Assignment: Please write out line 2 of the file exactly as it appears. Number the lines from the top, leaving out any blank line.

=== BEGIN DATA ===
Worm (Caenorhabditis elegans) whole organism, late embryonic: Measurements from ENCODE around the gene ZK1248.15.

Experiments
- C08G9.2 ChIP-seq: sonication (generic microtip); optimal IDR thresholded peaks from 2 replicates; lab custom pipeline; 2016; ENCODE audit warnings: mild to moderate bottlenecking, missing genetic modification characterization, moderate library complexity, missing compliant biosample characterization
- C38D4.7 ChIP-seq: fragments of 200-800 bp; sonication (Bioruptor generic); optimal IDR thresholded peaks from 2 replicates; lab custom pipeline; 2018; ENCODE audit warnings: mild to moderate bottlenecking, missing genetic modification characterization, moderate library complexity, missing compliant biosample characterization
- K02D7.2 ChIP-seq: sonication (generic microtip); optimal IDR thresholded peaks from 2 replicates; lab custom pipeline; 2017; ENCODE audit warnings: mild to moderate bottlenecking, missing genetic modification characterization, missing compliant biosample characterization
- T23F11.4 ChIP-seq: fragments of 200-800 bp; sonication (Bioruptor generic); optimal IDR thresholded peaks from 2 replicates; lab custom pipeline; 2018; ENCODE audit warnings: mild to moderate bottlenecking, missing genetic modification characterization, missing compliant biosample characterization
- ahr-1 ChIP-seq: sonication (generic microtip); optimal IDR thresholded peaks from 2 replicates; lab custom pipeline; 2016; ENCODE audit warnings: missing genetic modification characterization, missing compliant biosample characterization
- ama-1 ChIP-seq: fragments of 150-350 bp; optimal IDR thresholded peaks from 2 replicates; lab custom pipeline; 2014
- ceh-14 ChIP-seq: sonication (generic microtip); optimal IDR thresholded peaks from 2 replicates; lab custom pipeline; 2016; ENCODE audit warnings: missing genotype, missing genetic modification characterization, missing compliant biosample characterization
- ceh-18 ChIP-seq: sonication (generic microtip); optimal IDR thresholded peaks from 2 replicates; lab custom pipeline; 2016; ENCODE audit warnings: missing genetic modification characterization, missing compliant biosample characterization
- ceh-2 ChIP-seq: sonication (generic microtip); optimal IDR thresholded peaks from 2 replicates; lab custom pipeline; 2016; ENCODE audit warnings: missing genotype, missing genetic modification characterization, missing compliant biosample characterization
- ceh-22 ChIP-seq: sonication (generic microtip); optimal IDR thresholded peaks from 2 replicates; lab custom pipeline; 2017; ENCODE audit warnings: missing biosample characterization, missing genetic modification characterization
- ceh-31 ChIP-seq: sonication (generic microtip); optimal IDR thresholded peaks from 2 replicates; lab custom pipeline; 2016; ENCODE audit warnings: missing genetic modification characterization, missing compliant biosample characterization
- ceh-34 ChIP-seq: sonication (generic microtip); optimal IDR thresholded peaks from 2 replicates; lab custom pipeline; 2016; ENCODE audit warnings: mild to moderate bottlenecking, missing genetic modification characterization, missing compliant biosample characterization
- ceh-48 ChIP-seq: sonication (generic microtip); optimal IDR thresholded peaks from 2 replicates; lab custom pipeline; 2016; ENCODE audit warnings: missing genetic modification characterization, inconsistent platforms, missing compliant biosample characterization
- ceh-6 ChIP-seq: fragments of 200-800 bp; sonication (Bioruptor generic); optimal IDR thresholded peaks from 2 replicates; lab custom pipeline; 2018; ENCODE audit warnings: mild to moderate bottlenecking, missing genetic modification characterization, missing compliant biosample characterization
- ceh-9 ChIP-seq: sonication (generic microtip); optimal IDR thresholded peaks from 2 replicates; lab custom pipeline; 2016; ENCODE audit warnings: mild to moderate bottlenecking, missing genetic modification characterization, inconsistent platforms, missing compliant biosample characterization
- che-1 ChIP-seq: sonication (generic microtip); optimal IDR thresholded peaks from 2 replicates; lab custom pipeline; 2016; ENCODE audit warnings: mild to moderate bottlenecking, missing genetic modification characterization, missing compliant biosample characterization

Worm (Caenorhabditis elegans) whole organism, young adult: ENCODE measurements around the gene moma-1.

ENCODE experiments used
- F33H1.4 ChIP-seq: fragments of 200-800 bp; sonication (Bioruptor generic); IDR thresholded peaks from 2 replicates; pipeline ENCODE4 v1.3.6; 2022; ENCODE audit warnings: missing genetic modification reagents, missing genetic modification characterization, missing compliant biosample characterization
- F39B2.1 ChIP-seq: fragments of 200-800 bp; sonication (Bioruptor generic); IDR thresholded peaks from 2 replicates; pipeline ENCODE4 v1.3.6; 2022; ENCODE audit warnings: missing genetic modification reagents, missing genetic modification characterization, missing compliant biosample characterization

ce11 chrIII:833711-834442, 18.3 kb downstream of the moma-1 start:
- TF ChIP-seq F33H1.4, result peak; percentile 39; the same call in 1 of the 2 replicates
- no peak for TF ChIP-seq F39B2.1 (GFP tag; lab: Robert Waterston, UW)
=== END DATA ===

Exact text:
Experiments